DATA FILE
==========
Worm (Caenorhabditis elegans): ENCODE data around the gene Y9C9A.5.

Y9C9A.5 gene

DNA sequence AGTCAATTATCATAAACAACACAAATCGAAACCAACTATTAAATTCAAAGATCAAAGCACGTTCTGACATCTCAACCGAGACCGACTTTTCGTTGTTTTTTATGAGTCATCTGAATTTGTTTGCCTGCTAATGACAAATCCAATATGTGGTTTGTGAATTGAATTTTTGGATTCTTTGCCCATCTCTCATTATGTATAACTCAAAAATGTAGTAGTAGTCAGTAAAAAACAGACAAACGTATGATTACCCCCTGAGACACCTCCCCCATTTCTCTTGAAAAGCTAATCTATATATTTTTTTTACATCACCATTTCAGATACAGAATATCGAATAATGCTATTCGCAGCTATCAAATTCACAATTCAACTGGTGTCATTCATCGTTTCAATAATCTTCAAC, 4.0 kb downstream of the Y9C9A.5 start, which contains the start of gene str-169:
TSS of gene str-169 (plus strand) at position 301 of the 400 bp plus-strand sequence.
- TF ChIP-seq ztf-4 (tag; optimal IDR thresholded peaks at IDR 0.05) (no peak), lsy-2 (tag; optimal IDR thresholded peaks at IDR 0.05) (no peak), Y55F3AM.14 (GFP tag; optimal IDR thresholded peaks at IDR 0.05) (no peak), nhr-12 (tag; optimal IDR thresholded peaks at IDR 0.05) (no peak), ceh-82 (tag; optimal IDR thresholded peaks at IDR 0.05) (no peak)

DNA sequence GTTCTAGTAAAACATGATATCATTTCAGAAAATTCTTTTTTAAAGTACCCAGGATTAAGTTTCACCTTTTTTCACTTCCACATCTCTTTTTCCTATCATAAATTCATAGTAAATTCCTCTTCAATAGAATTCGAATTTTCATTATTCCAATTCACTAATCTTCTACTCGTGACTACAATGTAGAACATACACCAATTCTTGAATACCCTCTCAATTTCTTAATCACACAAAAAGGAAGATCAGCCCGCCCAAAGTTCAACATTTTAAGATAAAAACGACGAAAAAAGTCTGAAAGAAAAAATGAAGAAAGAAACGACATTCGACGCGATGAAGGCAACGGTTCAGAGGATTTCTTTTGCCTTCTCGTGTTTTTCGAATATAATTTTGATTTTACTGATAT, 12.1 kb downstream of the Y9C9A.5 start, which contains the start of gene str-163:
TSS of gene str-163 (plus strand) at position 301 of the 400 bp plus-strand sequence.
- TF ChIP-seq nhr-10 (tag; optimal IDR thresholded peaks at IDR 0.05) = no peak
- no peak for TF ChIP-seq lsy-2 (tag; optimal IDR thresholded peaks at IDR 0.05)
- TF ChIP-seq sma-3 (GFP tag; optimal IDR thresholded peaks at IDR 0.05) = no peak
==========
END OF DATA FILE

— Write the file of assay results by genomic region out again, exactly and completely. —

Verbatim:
Worm (Caenorhabditis elegans): ENCODE data around the gene Y9C9A.5.

Y9C9A.5 gene

DNA sequence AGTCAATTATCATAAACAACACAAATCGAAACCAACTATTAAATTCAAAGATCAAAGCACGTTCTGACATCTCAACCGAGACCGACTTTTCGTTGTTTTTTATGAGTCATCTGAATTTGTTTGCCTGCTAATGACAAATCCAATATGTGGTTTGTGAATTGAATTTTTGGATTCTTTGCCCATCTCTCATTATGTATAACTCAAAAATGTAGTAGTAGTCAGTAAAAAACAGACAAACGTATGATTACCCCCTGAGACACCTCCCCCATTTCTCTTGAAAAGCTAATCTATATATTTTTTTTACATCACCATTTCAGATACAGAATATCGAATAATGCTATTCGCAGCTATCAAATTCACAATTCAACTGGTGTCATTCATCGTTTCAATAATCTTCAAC, 4.0 kb downstream of the Y9C9A.5 start, which contains the start of gene str-169:
TSS of gene str-169 (plus strand) at position 301 of the 400 bp plus-strand sequence.
- TF ChIP-seq ztf-4 (tag; optimal IDR thresholded peaks at IDR 0.05) (no peak), lsy-2 (tag; optimal IDR thresholded peaks at IDR 0.05) (no peak), Y55F3AM.14 (GFP tag; optimal IDR thresholded peaks at IDR 0.05) (no peak), nhr-12 (tag; optimal IDR thresholded peaks at IDR 0.05) (no peak), ceh-82 (tag; optimal IDR thresholded peaks at IDR 0.05) (no peak)

DNA sequence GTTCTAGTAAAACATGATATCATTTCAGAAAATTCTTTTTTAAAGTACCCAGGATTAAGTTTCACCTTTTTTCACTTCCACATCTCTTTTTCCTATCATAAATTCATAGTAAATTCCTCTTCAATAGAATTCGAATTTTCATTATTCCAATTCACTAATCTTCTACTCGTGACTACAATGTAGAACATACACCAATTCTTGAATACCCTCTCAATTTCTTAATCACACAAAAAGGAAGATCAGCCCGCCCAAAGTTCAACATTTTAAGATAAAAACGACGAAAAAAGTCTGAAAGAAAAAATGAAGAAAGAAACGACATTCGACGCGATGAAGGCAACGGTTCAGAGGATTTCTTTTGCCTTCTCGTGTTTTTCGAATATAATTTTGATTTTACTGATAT, 12.1 kb downstream of the Y9C9A.5 start, which contains the start of gene str-163:
TSS of gene str-163 (plus strand) at position 301 of the 400 bp plus-strand sequence.
- TF ChIP-seq nhr-10 (tag; optimal IDR thresholded peaks at IDR 0.05) = no peak
- no peak for TF ChIP-seq lsy-2 (tag; optimal IDR thresholded peaks at IDR 0.05)
- TF ChIP-seq sma-3 (GFP tag; optimal IDR thresholded peaks at IDR 0.05) = no peak